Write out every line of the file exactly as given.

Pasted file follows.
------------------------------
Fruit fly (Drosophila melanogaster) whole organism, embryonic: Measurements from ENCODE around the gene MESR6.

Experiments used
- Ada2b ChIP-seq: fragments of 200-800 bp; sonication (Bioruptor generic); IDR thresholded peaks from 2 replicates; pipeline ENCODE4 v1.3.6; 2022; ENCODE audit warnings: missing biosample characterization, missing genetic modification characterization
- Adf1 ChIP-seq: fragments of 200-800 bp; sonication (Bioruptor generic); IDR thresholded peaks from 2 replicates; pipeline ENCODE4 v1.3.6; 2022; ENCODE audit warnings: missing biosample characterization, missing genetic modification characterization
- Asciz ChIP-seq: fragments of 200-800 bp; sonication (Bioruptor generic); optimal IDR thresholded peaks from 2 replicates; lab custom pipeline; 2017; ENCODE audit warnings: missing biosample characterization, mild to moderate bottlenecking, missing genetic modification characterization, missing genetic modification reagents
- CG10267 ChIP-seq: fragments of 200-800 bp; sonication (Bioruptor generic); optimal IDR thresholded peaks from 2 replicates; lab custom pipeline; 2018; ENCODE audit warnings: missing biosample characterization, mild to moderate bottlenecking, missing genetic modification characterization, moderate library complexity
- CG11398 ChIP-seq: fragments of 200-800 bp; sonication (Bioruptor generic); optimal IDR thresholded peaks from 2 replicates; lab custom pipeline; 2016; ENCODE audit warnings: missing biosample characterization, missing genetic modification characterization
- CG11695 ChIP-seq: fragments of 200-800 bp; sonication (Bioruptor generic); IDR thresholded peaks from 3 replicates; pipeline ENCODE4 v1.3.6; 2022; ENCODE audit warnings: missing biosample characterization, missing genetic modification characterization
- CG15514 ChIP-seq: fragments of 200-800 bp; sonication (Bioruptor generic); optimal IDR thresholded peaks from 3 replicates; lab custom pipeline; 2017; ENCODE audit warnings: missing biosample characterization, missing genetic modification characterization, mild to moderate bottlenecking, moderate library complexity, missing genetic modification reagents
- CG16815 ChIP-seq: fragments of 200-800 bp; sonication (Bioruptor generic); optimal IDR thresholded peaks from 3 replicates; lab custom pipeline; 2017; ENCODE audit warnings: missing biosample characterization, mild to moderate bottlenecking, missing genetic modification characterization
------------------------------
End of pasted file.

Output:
Fruit fly (Drosophila melanogaster) whole organism, embryonic: Measurements from ENCODE around the gene MESR6.

Experiments used
- Ada2b ChIP-seq: fragments of 200-800 bp; sonication (Bioruptor generic); IDR thresholded peaks from 2 replicates; pipeline ENCODE4 v1.3.6; 2022; ENCODE audit warnings: missing biosample characterization, missing genetic modification characterization
- Adf1 ChIP-seq: fragments of 200-800 bp; sonication (Bioruptor generic); IDR thresholded peaks from 2 replicates; pipeline ENCODE4 v1.3.6; 2022; ENCODE audit warnings: missing biosample characterization, missing genetic modification characterization
- Asciz ChIP-seq: fragments of 200-800 bp; sonication (Bioruptor generic); optimal IDR thresholded peaks from 2 replicates; lab custom pipeline; 2017; ENCODE audit warnings: missing biosample characterization, mild to moderate bottlenecking, missing genetic modification characterization, missing genetic modification reagents
- CG10267 ChIP-seq: fragments of 200-800 bp; sonication (Bioruptor generic); optimal IDR thresholded peaks from 2 replicates; lab custom pipeline; 2018; ENCODE audit warnings: missing biosample characterization, mild to moderate bottlenecking, missing genetic modification characterization, moderate library complexity
- CG11398 ChIP-seq: fragments of 200-800 bp; sonication (Bioruptor generic); optimal IDR thresholded peaks from 2 replicates; lab custom pipeline; 2016; ENCODE audit warnings: missing biosample characterization, missing genetic modification characterization
- CG11695 ChIP-seq: fragments of 200-800 bp; sonication (Bioruptor generic); IDR thresholded peaks from 3 replicates; pipeline ENCODE4 v1.3.6; 2022; ENCODE audit warnings: missing biosample characterization, missing genetic modification characterization
- CG15514 ChIP-seq: fragments of 200-800 bp; sonication (Bioruptor generic); optimal IDR thresholded peaks from 3 replicates; lab custom pipeline; 2017; ENCODE audit warnings: missing biosample characterization, missing genetic modification characterization, mild to moderate bottlenecking, moderate library complexity, missing genetic modification reagents
- CG16815 ChIP-seq: fragments of 200-800 bp; sonication (Bioruptor generic); optimal IDR thresholded peaks from 3 replicates; lab custom pipeline; 2017; ENCODE audit warnings: missing biosample characterization, mild to moderate bottlenecking, missing genetic modification characterization